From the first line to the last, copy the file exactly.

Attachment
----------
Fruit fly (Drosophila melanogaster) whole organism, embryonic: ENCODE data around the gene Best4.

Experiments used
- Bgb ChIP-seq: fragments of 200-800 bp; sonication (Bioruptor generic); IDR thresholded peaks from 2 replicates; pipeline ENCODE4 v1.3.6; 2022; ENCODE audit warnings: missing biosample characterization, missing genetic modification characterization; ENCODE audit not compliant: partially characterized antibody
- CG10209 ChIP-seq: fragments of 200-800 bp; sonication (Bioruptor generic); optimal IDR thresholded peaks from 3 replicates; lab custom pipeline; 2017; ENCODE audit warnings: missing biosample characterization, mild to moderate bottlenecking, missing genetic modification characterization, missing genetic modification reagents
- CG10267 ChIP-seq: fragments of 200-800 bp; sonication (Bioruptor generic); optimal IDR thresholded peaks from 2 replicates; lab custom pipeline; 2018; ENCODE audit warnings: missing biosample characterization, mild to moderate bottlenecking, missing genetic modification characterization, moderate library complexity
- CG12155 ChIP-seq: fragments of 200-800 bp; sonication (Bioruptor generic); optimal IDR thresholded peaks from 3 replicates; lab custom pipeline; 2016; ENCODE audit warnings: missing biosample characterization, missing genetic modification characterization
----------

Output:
Fruit fly (Drosophila melanogaster) whole organism, embryonic: ENCODE data around the gene Best4.

Experiments used
- Bgb ChIP-seq: fragments of 200-800 bp; sonication (Bioruptor generic); IDR thresholded peaks from 2 replicates; pipeline ENCODE4 v1.3.6; 2022; ENCODE audit warnings: missing biosample characterization, missing genetic modification characterization; ENCODE audit not compliant: partially characterized antibody
- CG10209 ChIP-seq: fragments of 200-800 bp; sonication (Bioruptor generic); optimal IDR thresholded peaks from 3 replicates; lab custom pipeline; 2017; ENCODE audit warnings: missing biosample characterization, mild to moderate bottlenecking, missing genetic modification characterization, missing genetic modification reagents
- CG10267 ChIP-seq: fragments of 200-800 bp; sonication (Bioruptor generic); optimal IDR thresholded peaks from 2 replicates; lab custom pipeline; 2018; ENCODE audit warnings: missing biosample characterization, mild to moderate bottlenecking, missing genetic modification characterization, moderate library complexity
- CG12155 ChIP-seq: fragments of 200-800 bp; sonication (Bioruptor generic); optimal IDR thresholded peaks from 3 replicates; lab custom pipeline; 2016; ENCODE audit warnings: missing biosample characterization, missing genetic modification characterization